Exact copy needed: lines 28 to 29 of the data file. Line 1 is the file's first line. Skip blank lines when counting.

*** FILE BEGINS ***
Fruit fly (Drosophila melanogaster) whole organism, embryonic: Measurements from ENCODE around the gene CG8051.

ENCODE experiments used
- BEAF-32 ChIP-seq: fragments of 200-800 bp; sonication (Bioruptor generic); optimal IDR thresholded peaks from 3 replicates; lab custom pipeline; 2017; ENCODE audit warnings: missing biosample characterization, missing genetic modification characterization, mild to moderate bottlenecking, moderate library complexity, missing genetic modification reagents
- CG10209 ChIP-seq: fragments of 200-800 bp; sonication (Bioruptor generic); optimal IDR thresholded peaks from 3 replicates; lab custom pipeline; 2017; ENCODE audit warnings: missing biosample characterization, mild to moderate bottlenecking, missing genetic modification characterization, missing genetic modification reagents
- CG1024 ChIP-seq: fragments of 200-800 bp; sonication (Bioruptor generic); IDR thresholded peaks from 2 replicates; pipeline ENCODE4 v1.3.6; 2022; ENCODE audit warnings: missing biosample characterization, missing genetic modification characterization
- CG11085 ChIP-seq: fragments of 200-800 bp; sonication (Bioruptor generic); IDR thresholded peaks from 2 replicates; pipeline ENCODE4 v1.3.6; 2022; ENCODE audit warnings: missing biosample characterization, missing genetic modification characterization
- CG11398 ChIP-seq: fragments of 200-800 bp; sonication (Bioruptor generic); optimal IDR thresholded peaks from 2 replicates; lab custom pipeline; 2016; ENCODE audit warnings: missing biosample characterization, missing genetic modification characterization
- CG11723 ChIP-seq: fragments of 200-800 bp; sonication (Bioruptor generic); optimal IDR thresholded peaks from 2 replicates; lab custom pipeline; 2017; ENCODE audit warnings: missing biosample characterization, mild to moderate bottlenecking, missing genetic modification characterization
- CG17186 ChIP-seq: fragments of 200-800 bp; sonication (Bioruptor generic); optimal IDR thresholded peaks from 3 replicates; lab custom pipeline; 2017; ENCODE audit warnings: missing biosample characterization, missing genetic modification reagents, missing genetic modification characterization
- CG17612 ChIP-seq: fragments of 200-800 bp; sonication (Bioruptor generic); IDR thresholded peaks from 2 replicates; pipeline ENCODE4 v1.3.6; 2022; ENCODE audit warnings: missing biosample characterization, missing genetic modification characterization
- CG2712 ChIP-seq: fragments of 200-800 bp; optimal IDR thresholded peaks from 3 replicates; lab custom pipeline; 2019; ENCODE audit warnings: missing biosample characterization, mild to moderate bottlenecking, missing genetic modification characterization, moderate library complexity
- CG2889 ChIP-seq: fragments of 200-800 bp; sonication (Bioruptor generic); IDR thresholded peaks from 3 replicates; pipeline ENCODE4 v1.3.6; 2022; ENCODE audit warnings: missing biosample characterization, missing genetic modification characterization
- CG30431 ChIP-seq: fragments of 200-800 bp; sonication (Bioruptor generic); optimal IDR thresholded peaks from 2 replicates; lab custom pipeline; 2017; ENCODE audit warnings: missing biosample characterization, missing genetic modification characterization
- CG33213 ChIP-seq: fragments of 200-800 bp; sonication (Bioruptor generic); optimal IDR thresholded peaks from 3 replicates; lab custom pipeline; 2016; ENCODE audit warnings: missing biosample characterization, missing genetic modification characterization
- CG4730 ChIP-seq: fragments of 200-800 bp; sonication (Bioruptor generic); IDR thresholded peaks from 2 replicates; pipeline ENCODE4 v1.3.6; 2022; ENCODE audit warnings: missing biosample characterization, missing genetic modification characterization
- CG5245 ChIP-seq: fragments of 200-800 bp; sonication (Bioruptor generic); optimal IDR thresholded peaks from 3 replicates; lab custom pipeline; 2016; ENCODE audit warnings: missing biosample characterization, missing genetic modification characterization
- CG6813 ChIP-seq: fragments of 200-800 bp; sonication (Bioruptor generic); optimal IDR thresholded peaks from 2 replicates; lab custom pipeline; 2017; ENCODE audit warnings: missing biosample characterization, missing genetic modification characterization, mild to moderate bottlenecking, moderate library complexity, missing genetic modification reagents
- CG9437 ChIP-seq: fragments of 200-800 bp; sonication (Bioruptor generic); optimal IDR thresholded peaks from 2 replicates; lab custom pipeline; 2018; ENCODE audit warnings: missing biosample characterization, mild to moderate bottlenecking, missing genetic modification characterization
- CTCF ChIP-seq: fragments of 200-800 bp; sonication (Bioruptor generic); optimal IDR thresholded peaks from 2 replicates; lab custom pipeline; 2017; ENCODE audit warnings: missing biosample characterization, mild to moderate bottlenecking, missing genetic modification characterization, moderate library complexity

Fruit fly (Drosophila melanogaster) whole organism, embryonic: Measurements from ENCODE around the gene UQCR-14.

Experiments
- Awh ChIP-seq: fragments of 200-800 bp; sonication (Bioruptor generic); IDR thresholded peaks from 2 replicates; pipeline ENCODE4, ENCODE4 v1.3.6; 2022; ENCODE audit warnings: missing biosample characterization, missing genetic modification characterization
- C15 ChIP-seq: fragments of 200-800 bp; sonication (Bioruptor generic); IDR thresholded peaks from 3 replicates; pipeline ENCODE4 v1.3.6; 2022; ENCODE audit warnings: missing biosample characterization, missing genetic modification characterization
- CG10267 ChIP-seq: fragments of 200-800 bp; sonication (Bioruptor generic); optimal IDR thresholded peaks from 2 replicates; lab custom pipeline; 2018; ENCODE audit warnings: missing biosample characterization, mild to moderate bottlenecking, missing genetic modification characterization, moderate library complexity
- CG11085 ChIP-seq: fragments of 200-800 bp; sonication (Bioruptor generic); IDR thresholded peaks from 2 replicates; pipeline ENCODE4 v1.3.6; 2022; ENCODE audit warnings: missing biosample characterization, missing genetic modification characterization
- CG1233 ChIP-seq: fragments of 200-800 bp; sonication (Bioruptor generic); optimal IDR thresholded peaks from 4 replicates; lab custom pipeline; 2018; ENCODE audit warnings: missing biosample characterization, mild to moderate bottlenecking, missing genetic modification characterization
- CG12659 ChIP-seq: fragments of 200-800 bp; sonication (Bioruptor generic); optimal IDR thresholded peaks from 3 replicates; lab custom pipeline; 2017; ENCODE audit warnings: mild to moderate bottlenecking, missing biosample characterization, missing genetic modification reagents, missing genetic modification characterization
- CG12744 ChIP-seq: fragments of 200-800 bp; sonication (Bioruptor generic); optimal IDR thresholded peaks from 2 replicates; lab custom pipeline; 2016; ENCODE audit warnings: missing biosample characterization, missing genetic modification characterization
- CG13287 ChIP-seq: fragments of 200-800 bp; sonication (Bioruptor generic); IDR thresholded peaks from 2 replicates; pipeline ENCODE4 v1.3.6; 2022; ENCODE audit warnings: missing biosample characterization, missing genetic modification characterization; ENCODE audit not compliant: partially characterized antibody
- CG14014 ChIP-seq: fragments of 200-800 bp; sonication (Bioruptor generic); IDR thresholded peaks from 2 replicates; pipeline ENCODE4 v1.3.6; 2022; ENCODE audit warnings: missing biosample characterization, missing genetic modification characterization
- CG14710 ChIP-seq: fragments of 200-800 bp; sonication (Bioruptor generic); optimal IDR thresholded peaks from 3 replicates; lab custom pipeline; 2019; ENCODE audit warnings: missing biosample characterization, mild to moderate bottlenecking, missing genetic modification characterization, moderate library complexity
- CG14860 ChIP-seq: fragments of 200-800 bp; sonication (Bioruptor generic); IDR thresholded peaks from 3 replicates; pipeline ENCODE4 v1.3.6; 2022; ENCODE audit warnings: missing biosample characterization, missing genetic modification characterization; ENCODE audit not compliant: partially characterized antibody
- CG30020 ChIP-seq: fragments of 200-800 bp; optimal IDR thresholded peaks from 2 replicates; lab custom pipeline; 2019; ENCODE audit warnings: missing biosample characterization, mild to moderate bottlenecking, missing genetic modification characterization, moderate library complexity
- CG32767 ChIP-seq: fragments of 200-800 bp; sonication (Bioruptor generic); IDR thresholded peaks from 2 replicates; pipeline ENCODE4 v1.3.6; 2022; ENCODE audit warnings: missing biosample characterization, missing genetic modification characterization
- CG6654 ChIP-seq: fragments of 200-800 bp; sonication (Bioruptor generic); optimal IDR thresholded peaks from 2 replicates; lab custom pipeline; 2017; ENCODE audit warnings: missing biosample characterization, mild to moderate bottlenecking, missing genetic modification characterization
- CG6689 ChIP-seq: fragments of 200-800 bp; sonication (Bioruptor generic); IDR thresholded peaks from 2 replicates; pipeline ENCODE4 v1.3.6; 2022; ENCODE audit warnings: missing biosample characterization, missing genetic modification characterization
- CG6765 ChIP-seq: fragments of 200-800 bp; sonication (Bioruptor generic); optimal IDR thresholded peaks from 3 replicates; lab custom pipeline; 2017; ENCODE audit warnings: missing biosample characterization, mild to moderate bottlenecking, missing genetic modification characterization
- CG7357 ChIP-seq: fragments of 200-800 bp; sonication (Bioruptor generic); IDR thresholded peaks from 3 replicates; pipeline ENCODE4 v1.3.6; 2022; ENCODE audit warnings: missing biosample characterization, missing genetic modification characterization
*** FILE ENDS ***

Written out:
- CG12744 ChIP-seq: fragments of 200-800 bp; sonication (Bioruptor generic); optimal IDR thresholded peaks from 2 replicates; lab custom pipeline; 2016; ENCODE audit warnings: missing biosample characterization, missing genetic modification characterization
- CG13287 ChIP-seq: fragments of 200-800 bp; sonication (Bioruptor generic); IDR thresholded peaks from 2 replicates; pipeline ENCODE4 v1.3.6; 2022; ENCODE audit warnings: missing biosample characterization, missing genetic modification characterization; ENCODE audit not compliant: partially characterized antibody